- The USFL is set to debut in less than a month, on April 16th, and it will feature a new rule that could change the game of football
- The USFL’s new ‘fourth-and-tweleve’ rule could replace the onside kick both in the USFL and one day in the NFL if it is successful
- Read more NFL stories here
The USFL is just weeks away from debuting. Football fans will be treated to the first slate of games on April 16t which is less than a month away. And when the USFL begins it will be rolling out an intriguing new rule that could eventually replace the onside kick in the NFL if the rule is successful.
As I’m sure everyone reading this knows, the Onside Kick is a deliberately short kick that’s used so the kicking team can try and recover the ball. The NFL tweaked their onside kick rules recently to prevent the kicking team from stacking players on one side of the field to overload the receiving team. Players on the kicking team also cannot start running as the kicker’s about to kick.
The NFL made these rule changes to protect the players from injuries but according to PFT’s Mike Florio, “it’s believed in some circles that” the NFL will eventually do away with the onside kick entirely. And it could start with the USFL rolling out their new fourth-and-twelve rule next month.
USFL Introducing New Rule That Could Replace Onside Kicks In The NFL
The USFL announced a ton of rule changes on Wednesday including the ability to go for 1, 2, or 3 points after a touchdown. They also announced how Onside Kicks will work in the USFL. Here’s what that announcement had to say:
Teams will have two options to retain possession after scoring. The first option will be a traditional onside kick attempt from the 25-yard line.
The second will be running a 4th-and-12 play from their own 33-yard line. If the team makes a first down, fantastic — it retains possession from that spot. If the team attempting the “onside” fails, however, the defense gets the ball wherever the offense is downed.
With the new 4th-and-12 rule, teams will be able to protect their players and the opposing players from injury by forgoing onside kicks. They can opt to start from their own 33-yard line and go for a 1st down on a 4th-and-12 play that would bring them out to about mid-field if they successfully convert for a first down.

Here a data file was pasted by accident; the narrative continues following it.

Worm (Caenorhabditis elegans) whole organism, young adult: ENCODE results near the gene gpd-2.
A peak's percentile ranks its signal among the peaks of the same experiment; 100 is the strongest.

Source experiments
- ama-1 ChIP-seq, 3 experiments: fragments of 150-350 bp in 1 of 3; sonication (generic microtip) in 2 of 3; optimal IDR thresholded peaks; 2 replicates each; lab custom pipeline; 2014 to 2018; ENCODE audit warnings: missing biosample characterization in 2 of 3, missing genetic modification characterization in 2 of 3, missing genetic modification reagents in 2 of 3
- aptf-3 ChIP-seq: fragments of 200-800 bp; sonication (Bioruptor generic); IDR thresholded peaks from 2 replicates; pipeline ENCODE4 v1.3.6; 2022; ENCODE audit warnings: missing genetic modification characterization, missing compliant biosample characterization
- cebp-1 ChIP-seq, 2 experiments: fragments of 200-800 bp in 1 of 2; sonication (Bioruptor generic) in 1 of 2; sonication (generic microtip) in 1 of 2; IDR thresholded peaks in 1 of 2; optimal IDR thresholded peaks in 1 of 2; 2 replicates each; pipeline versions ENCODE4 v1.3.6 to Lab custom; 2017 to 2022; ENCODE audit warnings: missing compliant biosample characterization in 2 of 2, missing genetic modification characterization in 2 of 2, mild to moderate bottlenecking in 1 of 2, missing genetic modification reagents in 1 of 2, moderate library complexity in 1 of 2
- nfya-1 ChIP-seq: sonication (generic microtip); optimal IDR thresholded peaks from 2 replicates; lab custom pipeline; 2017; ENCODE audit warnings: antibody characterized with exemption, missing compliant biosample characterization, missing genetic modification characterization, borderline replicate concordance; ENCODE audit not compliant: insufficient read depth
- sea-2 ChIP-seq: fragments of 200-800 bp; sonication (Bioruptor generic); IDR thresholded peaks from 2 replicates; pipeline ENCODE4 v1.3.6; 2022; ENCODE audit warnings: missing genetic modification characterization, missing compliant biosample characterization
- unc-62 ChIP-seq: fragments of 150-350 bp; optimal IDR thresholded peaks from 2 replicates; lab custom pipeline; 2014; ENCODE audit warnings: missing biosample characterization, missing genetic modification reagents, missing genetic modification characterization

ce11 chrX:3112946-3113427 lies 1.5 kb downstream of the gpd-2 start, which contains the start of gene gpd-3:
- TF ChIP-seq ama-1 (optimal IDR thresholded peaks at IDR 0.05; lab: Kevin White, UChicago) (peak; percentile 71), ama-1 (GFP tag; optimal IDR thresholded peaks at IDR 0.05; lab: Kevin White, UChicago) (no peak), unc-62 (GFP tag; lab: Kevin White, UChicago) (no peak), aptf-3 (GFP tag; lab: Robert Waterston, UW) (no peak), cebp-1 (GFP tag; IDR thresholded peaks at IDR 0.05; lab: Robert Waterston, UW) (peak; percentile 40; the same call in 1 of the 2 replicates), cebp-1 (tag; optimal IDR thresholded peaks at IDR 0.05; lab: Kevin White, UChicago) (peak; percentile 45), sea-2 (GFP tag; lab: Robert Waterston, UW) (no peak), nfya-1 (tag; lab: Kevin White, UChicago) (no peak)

There is always a chance of an injury occurring on every NFL play. It’s part of the game. But this would theoretically lead to less contact on both sides of the ball.
Additional Rule Changes and Announcements from the USFL
Football with a modern twist ✅
Here's how kickoffs & punts will look this season ⬇️ pic.twitter.com/6zD8KMiFnI
— USFL (@USFL) March 23, 2022
The ability to go for 3-points after scoring a touchdown is going to be a game-changer. To score three points, the ball will be placed at the 10-yard line and teams will have to go for it from there. This makes a ‘two-score game’ an 18 point difference now as teams could theoretically score 9 points on every touchdown.
EXTRA POINTS 💪
In the USFL you can go for 1, 2 or 3 points after scoring a touchdown 🏟 pic.twitter.com/vtcmxsmx9H
— USFL (@USFL) March 23, 2022
Would Onside Kicks Really Get Replaced In The NFL?
Roger Goodell first mentioned a fourth-and-15 play all the way back in 2012 in the context of it being an alternative to a kickoff or onside kick.
According to Florio, the Denver Broncos then proposed it as a rule change seven years later in 2019. And just last year in 2021, Roger Goodell mentioned it again during a podcast appearance where he said “I do see something happening in that area, because we don’t want something to be a dead play. When there’s no excitement to it and the outcome is pretty much — I think we’re literally down to . . . four percent success rate [for recovering onside kicks].”
So it certainly seems like the NFL will be watching very, very closely how well the fourth-and-twelve rule works in the USFL. It’s also interesting that the choice of an onside kick vs. fourth-and-twelve is up to the playcallers. I wouldn’t be shocked to see coaches stick with what they know but only time will tell.